A few days later, it was revealed that former Brass staff had set in motion legal action against the company following allegations it failed to properly consult them when making redundancies.
In June, it was reported that The Sun had indefinitely boycotted rugby league after one of its reporters was barred from the Magic Weekend at Anfield in May.
The paper's Gary Carter was refused access to Liverpool’s stadium for the showpiece weekend on May 25th and 26th, which led The Sun to insist it would refuse to cover the sport in any form, including scores, until it got assurances from the Rugby Football League and Super League that it would not happen again.
Staff at MediaCityUK were warned earlier in 2019 that a planned protest in support of far right activist Tommy Robinson, real name Stephen Yaxley-Lennon, could attract up to 10,000 people - an event that ultimately saw a crowd of about 4,000.
It was organised just before the release of a Panorama investigation about Robinson, and followed a social media post in which he videoed a “tirade” against the BBC.
Staff were originally told about a "small scale" protest involving up to 50 people, but the estimate increased significantly.
More BBC news became one of the year's top-read stories, after the announcement that Radio 5 Live would be losing Phil Williams, the then-late night host who had served 18 years at the station.
When news broke that Manchester Arena had been attacked in 2017, Phil Williams was presenting and handled the developing story in a way later described by controller Jonathan Wall as a "tour de force".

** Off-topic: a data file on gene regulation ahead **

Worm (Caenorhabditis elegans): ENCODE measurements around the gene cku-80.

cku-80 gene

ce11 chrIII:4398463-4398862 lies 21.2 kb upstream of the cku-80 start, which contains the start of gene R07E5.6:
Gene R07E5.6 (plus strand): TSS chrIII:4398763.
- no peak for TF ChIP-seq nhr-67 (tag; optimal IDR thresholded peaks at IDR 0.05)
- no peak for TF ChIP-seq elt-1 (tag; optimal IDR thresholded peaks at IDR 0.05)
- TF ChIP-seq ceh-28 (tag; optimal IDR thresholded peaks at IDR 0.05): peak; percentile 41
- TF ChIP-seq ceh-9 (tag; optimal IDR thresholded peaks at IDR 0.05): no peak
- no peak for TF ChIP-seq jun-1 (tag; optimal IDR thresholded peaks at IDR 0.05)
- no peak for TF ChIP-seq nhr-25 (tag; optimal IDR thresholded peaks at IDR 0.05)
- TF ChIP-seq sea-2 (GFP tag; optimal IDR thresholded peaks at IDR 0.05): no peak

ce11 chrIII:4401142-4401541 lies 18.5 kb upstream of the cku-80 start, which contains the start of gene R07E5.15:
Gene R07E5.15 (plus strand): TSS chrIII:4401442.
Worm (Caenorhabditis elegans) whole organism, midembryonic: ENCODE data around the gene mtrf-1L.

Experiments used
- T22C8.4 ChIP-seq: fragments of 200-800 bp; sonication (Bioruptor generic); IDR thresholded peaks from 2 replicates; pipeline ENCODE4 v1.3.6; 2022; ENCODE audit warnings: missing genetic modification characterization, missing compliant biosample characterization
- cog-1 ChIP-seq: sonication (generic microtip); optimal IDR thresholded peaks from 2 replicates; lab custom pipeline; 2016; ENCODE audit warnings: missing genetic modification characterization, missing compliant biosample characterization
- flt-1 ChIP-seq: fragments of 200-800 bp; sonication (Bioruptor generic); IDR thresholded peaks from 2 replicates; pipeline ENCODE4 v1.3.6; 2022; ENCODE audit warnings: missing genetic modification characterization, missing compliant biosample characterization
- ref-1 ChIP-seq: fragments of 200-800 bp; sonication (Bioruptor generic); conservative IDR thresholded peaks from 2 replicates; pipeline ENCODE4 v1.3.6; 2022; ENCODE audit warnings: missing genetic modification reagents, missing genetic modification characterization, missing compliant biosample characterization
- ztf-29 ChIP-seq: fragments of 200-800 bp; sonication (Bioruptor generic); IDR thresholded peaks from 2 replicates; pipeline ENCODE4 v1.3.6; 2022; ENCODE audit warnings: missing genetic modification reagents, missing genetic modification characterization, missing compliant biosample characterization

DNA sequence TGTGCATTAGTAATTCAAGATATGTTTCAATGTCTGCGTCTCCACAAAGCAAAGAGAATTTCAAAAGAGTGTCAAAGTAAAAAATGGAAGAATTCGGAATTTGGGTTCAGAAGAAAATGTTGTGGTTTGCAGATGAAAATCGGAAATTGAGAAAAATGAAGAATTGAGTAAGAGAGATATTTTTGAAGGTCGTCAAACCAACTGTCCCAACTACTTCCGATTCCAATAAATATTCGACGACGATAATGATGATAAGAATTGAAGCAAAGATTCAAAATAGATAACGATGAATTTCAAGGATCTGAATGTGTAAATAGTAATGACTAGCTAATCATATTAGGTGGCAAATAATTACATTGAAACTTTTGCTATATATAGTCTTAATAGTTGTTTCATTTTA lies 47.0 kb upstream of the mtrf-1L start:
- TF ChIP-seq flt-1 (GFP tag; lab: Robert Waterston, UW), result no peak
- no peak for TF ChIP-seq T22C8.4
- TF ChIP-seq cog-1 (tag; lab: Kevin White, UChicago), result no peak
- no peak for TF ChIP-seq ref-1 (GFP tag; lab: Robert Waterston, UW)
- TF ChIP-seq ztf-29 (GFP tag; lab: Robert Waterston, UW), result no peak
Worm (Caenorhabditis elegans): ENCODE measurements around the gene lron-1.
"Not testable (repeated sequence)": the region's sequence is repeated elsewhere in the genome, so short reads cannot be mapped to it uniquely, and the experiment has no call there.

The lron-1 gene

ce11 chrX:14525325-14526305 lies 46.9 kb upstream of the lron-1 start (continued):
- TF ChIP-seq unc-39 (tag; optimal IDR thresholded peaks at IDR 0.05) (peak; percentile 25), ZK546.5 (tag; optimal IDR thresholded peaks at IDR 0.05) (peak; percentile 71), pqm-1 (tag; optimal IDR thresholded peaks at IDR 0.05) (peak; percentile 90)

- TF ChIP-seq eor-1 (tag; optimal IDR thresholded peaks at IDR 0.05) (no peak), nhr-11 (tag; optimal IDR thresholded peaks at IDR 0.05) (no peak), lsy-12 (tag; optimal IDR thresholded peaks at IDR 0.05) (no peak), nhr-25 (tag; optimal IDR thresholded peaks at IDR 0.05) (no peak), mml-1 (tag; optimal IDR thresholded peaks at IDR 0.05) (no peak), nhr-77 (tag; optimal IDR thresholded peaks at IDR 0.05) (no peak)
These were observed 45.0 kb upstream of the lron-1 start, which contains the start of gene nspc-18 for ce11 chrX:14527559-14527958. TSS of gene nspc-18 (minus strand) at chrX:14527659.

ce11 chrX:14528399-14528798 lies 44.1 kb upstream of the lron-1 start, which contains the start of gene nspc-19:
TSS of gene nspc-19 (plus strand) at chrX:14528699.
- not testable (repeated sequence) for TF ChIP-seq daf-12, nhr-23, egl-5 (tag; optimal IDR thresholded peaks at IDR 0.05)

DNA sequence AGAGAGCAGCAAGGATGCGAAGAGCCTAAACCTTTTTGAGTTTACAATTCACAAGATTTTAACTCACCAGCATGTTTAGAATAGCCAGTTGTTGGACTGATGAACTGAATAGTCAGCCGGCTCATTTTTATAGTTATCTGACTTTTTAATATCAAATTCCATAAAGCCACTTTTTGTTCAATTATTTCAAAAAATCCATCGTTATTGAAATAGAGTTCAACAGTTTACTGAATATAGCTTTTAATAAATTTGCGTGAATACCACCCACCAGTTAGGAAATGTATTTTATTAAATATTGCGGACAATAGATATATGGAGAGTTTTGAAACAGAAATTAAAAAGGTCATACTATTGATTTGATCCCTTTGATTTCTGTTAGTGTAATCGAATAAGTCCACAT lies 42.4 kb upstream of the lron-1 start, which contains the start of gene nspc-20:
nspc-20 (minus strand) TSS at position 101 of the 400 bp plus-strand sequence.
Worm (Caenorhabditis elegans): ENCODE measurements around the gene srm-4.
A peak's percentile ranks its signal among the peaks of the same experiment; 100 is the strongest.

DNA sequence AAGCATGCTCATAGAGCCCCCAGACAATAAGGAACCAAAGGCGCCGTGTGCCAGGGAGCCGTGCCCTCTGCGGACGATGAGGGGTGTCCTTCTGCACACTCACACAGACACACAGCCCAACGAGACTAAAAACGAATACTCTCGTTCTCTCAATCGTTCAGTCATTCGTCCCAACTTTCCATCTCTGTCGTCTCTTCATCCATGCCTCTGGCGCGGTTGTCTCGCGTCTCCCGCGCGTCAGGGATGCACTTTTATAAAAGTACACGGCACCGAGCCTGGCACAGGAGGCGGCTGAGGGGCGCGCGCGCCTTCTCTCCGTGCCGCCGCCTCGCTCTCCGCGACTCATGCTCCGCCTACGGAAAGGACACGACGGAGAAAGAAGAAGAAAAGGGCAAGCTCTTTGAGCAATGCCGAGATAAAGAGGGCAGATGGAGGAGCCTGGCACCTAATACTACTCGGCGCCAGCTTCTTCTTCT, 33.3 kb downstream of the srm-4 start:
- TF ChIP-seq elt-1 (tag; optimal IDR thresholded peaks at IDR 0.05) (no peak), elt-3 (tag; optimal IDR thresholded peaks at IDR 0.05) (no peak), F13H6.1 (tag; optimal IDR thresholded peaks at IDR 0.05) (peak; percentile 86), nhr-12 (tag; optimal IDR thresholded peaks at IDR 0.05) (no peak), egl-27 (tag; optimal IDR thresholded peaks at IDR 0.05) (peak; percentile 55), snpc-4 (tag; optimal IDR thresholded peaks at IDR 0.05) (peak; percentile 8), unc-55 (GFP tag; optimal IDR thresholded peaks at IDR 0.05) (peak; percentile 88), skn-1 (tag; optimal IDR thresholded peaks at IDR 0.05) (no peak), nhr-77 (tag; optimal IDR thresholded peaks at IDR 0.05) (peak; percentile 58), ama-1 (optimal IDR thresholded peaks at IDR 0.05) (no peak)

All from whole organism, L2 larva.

Williams told fans via Twitter, saying: “They say all good things must come to an end and after 18 years with BBC Radio 5 Live – I will be leaving on May 8th. It’s been quite an adventure".
His final show, which went out on the 8th, was an emotional one, during which best bits and favourite memories were shared.
A name that cropped up month after month in 2019 was The Athletic, the US subscription sports news service which eventually launched in the UK at the beginning of August, following rumour and speculation.
The platform poached talent from heavyweight news sources including the BBC, The Guardian, and the Press Association. But it was news that James Pearce, Liverpool FC reporter for the Echo, would be leaving his post and moving onto "A new opportunity", that was the biggest news on the topic this year.
One of the most entertaining and widely-shared stories of this year - and indeed, the one that attracted the most readers - came when the Reach-owned Scunthorpe Telegraph made something of an oversight on their obituaries page.
The entry, which appeared on page 35 of the paper one day in March, read: “COCK Forename. Please complete the following fields as you type. You will see a preview of your advert. Cunt.” The title was forced to apologise and Reach started an investigation into the incident.
“We were testing the system to see if it would allow those words in and unfortunately it has not been removed," said a Reach spokesperson. "Ironically that word is in the town's name too."
Some were shocked, while others amused - and it easily became Prolific North's most popular story of 2019.